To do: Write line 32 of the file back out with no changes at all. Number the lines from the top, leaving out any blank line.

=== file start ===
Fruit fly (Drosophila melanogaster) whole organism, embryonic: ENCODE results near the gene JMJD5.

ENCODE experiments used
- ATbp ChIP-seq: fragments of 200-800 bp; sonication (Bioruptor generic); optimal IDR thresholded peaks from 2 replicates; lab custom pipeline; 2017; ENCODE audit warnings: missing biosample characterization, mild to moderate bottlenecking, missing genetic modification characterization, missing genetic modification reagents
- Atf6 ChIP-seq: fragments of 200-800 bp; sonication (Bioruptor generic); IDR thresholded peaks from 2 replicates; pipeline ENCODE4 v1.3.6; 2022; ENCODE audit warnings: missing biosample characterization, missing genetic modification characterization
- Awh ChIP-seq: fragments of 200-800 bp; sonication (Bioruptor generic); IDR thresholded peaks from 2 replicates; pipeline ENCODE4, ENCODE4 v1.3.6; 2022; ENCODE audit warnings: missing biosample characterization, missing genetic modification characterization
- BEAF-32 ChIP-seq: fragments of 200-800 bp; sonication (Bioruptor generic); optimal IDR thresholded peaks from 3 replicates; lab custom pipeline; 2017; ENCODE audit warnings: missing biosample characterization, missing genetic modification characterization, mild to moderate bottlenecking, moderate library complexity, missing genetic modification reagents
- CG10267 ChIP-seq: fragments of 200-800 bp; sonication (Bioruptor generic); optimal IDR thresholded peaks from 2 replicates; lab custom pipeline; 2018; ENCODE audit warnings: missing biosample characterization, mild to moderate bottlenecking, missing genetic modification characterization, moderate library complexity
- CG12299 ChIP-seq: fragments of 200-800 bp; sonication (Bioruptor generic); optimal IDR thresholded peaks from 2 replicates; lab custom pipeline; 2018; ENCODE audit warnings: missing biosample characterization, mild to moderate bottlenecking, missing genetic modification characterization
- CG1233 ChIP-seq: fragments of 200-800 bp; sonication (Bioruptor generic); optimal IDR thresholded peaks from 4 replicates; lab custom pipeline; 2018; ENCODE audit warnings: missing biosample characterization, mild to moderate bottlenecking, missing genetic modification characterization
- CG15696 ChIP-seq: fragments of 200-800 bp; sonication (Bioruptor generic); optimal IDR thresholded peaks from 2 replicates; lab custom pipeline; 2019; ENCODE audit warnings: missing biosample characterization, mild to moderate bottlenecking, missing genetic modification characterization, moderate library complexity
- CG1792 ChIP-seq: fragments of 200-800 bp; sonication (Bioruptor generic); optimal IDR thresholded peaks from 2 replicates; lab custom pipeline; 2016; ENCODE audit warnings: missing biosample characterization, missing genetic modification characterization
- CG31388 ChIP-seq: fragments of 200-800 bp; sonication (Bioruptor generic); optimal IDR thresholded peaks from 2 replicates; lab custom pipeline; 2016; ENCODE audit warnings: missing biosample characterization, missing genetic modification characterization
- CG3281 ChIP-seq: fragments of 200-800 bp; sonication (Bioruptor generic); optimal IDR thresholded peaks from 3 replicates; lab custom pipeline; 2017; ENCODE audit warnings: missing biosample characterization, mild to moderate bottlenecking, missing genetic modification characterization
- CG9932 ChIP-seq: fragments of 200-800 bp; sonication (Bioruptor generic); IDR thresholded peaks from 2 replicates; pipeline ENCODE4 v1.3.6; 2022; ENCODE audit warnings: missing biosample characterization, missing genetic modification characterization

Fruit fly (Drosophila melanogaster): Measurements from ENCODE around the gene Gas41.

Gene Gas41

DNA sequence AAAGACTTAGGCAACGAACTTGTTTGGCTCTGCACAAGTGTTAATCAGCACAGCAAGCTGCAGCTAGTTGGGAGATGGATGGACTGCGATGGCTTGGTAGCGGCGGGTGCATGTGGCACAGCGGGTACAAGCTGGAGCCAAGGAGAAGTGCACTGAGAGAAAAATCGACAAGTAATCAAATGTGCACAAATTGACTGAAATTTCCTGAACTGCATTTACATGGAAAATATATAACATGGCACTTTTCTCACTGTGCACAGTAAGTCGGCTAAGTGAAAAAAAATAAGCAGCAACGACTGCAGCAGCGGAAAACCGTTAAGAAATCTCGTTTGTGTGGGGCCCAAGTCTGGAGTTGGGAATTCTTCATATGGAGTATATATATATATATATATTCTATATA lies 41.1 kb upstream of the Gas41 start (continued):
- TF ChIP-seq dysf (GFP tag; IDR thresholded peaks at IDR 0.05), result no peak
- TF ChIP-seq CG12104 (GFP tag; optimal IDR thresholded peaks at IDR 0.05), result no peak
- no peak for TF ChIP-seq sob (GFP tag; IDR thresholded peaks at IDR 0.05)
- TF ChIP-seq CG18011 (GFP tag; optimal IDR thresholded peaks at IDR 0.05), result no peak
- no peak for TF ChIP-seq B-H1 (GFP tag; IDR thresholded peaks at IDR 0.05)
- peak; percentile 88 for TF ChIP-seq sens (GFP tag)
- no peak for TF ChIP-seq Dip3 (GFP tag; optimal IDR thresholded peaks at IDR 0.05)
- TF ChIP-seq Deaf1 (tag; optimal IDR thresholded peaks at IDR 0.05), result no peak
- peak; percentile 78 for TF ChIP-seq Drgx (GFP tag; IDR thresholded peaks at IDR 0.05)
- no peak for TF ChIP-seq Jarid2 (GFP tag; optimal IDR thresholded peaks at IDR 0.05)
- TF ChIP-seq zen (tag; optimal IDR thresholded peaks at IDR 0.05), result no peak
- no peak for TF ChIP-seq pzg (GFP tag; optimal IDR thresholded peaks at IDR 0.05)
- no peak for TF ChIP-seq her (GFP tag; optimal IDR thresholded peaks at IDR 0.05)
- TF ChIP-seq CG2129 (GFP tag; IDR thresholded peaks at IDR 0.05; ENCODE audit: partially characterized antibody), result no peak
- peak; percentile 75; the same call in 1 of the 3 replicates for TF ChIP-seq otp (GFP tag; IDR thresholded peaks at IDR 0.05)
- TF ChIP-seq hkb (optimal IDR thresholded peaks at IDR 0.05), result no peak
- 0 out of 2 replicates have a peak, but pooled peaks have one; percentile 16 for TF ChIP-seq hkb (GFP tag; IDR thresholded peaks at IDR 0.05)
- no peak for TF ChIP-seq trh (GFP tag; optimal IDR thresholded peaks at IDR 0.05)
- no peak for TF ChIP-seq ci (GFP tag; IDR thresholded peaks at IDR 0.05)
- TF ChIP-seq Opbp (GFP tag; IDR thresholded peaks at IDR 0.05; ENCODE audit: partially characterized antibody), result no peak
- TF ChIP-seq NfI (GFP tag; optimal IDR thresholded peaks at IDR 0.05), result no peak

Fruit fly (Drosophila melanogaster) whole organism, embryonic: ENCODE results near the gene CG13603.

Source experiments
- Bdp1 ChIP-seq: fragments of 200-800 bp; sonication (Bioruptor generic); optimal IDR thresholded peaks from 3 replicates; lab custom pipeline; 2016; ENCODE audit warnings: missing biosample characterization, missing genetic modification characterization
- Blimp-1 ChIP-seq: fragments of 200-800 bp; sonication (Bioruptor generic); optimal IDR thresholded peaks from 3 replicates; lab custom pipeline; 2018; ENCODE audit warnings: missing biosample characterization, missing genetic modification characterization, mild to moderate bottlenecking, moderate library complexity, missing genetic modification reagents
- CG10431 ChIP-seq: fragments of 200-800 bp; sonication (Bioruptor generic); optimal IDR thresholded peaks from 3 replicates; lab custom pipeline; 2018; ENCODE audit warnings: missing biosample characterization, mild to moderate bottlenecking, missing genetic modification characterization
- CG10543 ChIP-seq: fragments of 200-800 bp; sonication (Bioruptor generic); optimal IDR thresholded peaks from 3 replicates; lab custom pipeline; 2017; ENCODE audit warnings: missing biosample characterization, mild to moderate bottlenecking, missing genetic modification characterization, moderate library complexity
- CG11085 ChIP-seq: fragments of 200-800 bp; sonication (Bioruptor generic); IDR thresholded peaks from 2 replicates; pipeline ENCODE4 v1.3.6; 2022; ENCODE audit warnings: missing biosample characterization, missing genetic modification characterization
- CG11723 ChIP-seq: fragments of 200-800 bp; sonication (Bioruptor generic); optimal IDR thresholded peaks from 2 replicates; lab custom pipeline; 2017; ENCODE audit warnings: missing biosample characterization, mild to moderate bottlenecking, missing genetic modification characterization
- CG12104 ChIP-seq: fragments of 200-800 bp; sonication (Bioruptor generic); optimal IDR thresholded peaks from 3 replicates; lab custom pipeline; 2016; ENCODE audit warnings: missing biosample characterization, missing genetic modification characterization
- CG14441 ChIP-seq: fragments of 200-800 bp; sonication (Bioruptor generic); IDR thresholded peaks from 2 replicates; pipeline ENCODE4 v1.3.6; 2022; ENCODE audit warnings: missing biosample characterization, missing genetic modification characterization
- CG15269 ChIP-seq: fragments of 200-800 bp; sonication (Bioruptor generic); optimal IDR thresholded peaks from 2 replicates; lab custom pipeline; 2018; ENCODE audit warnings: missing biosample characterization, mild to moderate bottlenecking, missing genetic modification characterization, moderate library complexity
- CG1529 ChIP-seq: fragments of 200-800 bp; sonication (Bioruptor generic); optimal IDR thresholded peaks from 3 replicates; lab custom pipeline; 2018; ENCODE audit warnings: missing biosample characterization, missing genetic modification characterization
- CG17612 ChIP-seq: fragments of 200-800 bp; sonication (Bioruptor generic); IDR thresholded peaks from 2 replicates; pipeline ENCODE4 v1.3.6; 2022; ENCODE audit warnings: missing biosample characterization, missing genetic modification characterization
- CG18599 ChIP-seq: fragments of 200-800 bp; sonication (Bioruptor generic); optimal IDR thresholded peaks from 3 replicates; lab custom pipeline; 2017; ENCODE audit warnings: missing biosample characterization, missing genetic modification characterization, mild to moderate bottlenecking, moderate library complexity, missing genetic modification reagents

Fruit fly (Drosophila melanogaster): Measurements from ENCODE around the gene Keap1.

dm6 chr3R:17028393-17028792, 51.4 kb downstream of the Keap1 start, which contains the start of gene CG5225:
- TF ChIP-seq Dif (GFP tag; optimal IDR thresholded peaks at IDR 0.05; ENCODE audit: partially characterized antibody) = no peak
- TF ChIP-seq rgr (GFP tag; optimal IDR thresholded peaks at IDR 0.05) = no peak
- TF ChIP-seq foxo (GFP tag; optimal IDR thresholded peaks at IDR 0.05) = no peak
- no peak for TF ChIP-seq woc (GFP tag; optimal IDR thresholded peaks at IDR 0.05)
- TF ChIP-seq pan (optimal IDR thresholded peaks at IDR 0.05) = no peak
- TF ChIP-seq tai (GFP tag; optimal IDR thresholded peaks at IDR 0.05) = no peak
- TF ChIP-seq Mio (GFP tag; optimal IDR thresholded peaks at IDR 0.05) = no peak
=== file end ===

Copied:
- peak; percentile 75; the same call in 1 of the 3 replicates for TF ChIP-seq otp (GFP tag; IDR thresholded peaks at IDR 0.05)